Mobile technology

Mental illness is a serious problem worldwide, but individuals with mental illness in low- and middle-income countries are especially disadvantaged given scarcity of mental health resources available for prevention and treatment. Mobile technology-delivered interventions offer a potential solution to expand access to care, and large majorities of individuals in low- and middle-income countries have access to technology.

 

An international group of researchers conducted a narrative review of the current literature to assess evidence for the use of mobile, digital, or remote technologies to prevent or treat mental illness in low- to middle-income countries. Their review was published in the Lancet Psychiatry. They reviewed evidence for the feasibility, acceptability, and potential effectiveness of these technologies for prevention, treatment, diagnosis, and management of mental disorders in over 20 low- and middle-income countries. Studies that focused on mental health training and education for health care workers delivered via technology were also reviewed. The researchers identified low- and middle-income countries based on World Bank classifications, and they included countries that had recently transitioned from middle- to high-income classifications.

Forty-nine studies were included in the review after inclusion and exclusion criteria were applied. They were grouped based on the following categories: technology supporting health care workers’ clinical care and education, mobile tools for diagnosis of mental illness, technologies supporting adherence to treatment and recovery, online self-help programs, and substance misuse prevention and treatment programs. Many of the studies they reviewed were exploratory in nature.

Of the 49 studies included in the review, 14 focused on technology supporting health care workers in Somaliland, South Africa, Brazil, and India. This technology took the form of telepsychiatry programs, such as video conferencing consultations with mental health professionals, to facilitate diagnosis and treatment. In general, studies suggested that these interventions were feasible and acceptable. Overall, healthcare workers and other professionals reported increased knowledge as a result of participating in the consultations, and they were generally satisfied with the programs.

Only four studies evaluated mobile tools for detection and diagnosis of mental illness; three were conducted in India and one in South Africa, and all four were pilot studies assessing feasibility, acceptability, and reliability of mobile screening tools to diagnose mental disorders. Overall, screening tools were reliable detectors of depression; studies suggested that these tools are especially helpful for non-mental health workers in low resource settings.

Thirteen studies conducted in countries like Nigeria, Niger, China, and Sri Lanka assessed technologies for promoting adherence to treatment and recovery. Treatments were delivered via telephone coaching, SMS messaging, online programs, or often a combination of these modalities. Many of the studies were randomized clinical trials (RCTs) targeting symptom reduction. Others assessed the use of technology (e.g., SMS reminders) to enhance adherence to clinical visits, as well as feasibility and acceptability of the technologies. In general, these treatments were feasible and acceptable to participants, and although the results were mixed, many were also associated with improvements in mental health symptoms.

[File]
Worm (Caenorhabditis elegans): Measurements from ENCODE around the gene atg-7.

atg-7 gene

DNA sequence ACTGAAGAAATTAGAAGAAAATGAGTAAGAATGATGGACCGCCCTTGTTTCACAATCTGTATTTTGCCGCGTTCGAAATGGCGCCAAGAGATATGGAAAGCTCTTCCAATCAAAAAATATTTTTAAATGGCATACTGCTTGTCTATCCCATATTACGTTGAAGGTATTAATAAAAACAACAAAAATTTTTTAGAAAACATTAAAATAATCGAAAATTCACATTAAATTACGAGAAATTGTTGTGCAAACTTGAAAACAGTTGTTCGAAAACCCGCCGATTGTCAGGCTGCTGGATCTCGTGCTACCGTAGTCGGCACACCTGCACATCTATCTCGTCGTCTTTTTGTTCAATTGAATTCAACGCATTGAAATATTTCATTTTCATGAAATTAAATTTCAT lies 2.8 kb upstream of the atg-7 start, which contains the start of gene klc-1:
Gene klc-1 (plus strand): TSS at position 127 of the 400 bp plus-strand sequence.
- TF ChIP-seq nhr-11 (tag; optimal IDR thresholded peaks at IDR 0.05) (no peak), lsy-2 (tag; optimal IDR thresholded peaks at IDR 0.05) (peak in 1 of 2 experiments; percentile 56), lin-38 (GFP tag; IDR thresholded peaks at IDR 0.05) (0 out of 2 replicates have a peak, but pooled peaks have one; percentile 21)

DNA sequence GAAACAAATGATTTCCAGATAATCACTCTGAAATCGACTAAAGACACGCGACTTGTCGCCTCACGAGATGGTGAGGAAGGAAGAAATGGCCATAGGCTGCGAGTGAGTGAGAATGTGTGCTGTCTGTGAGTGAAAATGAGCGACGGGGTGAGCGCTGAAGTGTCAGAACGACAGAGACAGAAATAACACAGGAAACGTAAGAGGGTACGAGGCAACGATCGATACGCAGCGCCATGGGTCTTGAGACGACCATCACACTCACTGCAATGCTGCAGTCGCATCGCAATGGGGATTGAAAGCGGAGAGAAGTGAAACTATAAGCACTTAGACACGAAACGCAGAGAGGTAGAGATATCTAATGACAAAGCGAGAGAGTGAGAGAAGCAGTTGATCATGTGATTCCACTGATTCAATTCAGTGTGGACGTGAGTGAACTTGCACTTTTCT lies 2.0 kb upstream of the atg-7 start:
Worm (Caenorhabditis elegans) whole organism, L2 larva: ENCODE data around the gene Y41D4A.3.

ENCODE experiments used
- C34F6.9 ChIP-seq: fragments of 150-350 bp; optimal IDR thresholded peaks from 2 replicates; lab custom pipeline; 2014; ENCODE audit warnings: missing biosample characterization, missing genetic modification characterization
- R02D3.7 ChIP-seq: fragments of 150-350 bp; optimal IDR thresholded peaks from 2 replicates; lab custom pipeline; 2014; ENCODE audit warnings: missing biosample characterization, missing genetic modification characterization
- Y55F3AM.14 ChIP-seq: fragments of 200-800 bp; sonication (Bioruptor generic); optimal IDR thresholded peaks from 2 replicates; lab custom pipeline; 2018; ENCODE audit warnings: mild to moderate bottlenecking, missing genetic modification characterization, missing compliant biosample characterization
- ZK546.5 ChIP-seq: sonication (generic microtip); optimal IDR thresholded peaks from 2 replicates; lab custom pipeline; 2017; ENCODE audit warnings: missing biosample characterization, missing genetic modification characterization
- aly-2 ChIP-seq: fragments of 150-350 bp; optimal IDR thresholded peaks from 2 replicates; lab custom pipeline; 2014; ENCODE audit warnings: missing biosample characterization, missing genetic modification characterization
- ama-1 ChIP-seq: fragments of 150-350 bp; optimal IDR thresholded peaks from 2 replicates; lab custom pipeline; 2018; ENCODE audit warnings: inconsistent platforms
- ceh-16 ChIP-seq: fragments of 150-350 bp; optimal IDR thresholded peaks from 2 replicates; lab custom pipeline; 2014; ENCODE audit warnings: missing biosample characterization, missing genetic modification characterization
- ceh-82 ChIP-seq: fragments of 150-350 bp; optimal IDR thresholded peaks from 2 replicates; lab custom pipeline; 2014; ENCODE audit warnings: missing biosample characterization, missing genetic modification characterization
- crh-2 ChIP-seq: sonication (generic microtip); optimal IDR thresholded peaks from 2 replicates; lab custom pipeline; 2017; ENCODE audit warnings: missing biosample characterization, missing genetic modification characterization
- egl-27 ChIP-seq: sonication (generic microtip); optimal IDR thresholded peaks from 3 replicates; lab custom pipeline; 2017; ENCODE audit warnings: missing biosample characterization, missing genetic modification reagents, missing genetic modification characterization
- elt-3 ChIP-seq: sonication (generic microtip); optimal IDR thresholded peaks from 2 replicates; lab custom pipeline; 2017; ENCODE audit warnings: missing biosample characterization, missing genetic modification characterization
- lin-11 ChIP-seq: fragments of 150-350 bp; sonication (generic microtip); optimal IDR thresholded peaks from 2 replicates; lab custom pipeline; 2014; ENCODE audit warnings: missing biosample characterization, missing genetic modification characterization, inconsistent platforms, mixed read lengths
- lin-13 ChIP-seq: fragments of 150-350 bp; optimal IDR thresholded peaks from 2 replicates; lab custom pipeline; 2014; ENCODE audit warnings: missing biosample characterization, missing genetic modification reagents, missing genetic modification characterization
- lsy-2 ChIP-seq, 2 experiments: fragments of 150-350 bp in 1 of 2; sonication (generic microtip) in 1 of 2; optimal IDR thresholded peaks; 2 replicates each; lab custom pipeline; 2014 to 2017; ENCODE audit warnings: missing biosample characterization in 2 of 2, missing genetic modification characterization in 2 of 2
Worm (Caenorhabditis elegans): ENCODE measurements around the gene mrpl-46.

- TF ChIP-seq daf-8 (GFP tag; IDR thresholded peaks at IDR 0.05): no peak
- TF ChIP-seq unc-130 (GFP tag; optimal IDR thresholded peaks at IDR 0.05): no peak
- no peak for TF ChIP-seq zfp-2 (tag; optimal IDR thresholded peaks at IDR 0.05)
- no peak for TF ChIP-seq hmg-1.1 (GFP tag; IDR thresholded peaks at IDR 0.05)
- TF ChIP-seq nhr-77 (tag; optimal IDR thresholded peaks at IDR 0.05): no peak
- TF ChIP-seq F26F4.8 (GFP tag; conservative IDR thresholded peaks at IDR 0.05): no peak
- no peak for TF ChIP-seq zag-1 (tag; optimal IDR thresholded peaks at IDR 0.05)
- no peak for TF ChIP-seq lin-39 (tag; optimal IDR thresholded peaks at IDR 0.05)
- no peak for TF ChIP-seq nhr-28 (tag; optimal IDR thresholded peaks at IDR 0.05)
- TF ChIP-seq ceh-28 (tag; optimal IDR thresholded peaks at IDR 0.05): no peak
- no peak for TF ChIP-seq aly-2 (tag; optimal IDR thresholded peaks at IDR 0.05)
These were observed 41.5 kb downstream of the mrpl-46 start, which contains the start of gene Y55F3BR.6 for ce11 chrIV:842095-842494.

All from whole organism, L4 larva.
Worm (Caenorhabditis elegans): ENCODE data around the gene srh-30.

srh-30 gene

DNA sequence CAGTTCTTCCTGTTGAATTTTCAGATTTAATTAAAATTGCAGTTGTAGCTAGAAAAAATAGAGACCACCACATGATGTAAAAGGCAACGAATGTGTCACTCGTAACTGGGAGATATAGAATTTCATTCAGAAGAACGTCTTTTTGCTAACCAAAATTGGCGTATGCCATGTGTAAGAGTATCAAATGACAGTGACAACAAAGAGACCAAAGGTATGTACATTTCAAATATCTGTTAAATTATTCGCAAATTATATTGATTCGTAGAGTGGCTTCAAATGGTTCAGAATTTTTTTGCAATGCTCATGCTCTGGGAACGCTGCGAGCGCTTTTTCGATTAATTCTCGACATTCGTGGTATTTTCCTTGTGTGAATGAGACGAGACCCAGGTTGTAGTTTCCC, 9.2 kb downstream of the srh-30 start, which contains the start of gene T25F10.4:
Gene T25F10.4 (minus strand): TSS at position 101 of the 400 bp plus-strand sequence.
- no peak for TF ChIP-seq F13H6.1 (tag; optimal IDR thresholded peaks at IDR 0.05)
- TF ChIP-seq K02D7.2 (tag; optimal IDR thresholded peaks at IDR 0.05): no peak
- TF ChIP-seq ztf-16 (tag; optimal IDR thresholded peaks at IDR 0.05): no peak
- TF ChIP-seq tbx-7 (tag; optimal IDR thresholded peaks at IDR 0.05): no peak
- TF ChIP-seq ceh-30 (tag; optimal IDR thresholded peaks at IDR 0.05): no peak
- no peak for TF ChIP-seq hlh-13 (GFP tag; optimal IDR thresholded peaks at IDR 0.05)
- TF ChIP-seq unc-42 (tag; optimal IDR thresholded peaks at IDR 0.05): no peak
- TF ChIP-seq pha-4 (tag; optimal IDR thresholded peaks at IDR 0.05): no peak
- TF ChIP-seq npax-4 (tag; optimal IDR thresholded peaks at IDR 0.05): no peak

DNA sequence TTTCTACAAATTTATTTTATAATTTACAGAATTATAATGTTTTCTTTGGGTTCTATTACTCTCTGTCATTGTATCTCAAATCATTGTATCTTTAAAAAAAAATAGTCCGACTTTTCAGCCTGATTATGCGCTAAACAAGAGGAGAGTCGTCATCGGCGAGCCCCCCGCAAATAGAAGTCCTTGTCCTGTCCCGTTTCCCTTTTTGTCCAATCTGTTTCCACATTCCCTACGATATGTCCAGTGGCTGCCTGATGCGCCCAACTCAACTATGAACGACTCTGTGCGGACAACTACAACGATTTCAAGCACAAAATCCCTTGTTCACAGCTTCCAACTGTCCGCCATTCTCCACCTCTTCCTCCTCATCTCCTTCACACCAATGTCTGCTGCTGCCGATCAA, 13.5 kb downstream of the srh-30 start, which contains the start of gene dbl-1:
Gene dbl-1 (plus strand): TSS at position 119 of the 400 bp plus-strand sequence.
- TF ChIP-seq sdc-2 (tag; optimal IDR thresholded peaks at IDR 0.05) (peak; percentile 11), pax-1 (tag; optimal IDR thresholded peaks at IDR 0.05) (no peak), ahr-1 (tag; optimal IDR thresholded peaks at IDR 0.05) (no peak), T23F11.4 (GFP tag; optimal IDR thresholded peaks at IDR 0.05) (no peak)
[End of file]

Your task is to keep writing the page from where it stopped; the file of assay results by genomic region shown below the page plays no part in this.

Online self-help programs for mental disorders, in particular, anxiety and depression, were implemented in thirteen studies in countries including Mexico, Romania, Russia, and Malaysia. Some of these studies also targeted trauma victims in China and Iraq. They included RCTs and pilot studies, and many of the programs were evidence-based psychoeducation or cognitive behavioral therapy interventions. Overall, the programs appear to reduce symptoms, and in some cases, the effects were sustained 3 to 6 months post-intervention. Despite these potentially beneficial findings, strategies are needed to reduce attrition and promote adherence as several studies were affected by high dropout rates.

Lastly, the researchers reviewed 6 studies evaluating technologies to prevent and treat alcohol or substance misuse. These studies were either RCTs or naturalistic studies that employed telephone-based support and online self-help programs in Brazil, Uruguay, and Thailand. While these programs showed promise, they were also limited by high rates of attrition and limited adherence to study protocols.

In general, technology driven interventions to prevent or treat mental health disorders or substance misuse in low- and middle-income countries were evaluated as feasible and acceptable according to participants. Online programs, text messaging, and telephone support programs may also facilitate diagnosis, encourage adherence to treatment, promote recovery, and improve mental health symptoms, especially when implemented in low-resource settings. These findings are preliminary and should be interpreted with caution as many of the studies were limited by design, as well as attrition and low adherence to treatment. Further research is needed to evaluate the effects of these technologies in rigorously designed randomized controlled trials.

 

Written By: Suzanne M. Robertson, Ph.D

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